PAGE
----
Pehe At It Again
Jiří Pehe, head of the Political Department of the President's Office, is at it again; this time in the pages of Slovo 17.3.98. Once again he has superficially attacked the society around him without knowing much about the people in it. Once again he has criticised that society without looking first at his own prejudices.
In his piece, Pehe repeats the common post-communist analyst's mantra of "civil society". The Czech Republic is not too good at creating one according to Pehe, and that will have to change when the country joins the EU. But despite the importance he gives it throughout his piece, Pehe doesn't actually offer the reader a definition of "civil society".
In the academic literature, so many authors have talked endlessly about "civil society", that a single definition may not suffice, but I will offer a definition relatively widely accepted in post-communist analysts' circles so at least the readers will know what I am talking about. "Civil society" is basically the social interaction that is neither on the individual/family level nor on the government/state level. "Civil society" occupies that social middle ground between those two worlds. In practical terms, it could be represented by anything from a stamp club to a political party.
Obviously, under communism this was the area of society that was almost completely eliminated as the government and party tentacles either reached into public organisations to control them or crushed them out of existence entirely. It is this middle ground that many analysts feel needs to be built up in post-communist societies in order for them to embrace democratic systems.
With a clear definition, one can look at Czech society and examine the state of civil society today, and actually, when you think about it, the Czech Republic is not really doing so badly in these terms. Look around you. There are Scouts, sports clubs, people talking openly in parks and pubs, groups of mushroom hunters, bee-keeping clubs and most importantly of all: people in the Czech Republic usually know their neighbours.
People also visit non-relatives with a very healthy frequency. Those visits are lengthy, and the discussion that flows during such a visit touches on every possible topic imaginable. I must point out that this is actually much healthier than in Britain and America, where people usually do not even know their neighbours and where people tend not to make as much time for personal visits.
Judged against the commonly accepted definition of civil society given above, any reasonable observer would have to say that the state of "civil society" in the Czech Republic is reasonably good considering the social, economic and political upheavals of the past ten years. Of course, one could say that it might be yet stronger and certainly political involvement should be greater, but that takes time, not an edict from above.
Civil society cannot be built "from above" no matter how much an influential intellectual in Prague wants it to happen. The citizens have to build clubs and associations themselves in order for "civil society" to have any meaning. As far as I can tell, the citizens have been doing this at a fair rate, so what is Pehe talking about?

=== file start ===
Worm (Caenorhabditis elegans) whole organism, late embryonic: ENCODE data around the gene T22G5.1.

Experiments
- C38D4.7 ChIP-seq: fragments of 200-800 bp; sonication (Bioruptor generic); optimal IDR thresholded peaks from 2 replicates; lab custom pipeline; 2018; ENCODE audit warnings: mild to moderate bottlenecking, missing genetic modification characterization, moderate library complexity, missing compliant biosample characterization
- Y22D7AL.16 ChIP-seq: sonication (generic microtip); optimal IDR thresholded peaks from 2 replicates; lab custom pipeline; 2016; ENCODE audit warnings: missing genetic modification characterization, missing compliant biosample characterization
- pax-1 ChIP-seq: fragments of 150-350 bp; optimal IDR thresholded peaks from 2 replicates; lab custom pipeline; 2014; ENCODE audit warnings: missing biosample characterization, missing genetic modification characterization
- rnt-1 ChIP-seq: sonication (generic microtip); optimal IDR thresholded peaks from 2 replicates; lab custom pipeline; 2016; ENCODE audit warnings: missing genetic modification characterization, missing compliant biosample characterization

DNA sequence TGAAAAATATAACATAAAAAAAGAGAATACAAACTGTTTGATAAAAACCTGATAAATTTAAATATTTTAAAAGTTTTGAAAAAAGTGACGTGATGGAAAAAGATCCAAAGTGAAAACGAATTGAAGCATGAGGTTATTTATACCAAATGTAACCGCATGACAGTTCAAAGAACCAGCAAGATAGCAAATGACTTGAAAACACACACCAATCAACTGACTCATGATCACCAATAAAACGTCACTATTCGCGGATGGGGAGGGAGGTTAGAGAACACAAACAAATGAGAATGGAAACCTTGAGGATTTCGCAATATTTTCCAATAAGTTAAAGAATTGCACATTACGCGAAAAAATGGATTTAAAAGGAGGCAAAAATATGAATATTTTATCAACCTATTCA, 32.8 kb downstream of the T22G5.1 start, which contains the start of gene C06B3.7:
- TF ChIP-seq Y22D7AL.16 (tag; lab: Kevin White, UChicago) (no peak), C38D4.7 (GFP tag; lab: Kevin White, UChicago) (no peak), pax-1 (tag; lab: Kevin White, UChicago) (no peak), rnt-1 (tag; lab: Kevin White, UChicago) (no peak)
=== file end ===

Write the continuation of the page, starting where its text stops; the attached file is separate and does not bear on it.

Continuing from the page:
In the last few years, Pehe has been trying to make a point about the alleged provincialism of the citizens of the Czech Republic and additionally about the alleged need for citizens to be cosmopolitan (presumably like Pehe is) in the new Europe (see, for example, his earlier articles in Slovo 3.2.97 and 7.5.97 as well as his article in Nová přítomnost in October 1996). This latest article in Slovo 17.3.98 is yet another assault in this highly pretentious line of argument, and the attack is as misdirected as ever.
If Pehe wants to criticise Czech provincialism and highlight the need for a cosmopolitan outlook, he ought to start with the language of his own articles. This latest article of his is full of "my" and "nas", and, as always, this is clearly the national "we" meaning "the Czech tribe" as clearly shown in the following sentence:
Pokud budeme i nadále akcentovat spíše prvky národního šovinismu na úkor principů občanského soužití, nebudeme nejen schopni soužití s větším počtem cizinců a romskou menšinou, ale obecně se nebudeme schopni vypořádat ani s multikulturním prostředím EU, které k nám vtrhne. (full sentence, my emphasis)
At first glance the words seem to be positively promoting tolerance, and that would be all for the good. But now look at the language. From the language of this citation and of article as a whole it is clear that Pehe is writing to and for "us", that is to and for "us Czechs", because the Roma minority is clearly excluded grammatically from the subject of the sentence. The Roma minority is separate and is not the intended audience of Pehe's call. "We" means the Czech tribe, not citizens in general for Pehe.
If he were talking about "citizens" and "civil society" as he superficially appears to be, why does this self-styled cosmopolitan exclude the Roma from "we"? Does Pehe assume that no Roma will read his article? Actually, it seems that Pehe uses such language because he cannot escape his own provincialism. The problem is not the alleged provincialism in the wider Czech society; the problem is the provincialism of Pehe.
If Pehe wants to do his share for the Czech Republic's entry into "kosmopolitizující prostředí Evropy", he would do better to stop criticising society in general and start looking at his own prejudices instead. The Czech Republic has been making real progress in the field of "civil society", but Pehe ignores this fact just as he ignores giving a definition for "civil society". The citizen-reader of Pehe's article is told that he must go through "revolutionary mental changes" in order for civil society to blossom, democracy to flourish and provincialism to be eliminated. To this concept of "revolutionary mental changes", one can only reply: you first, Mr Pehe.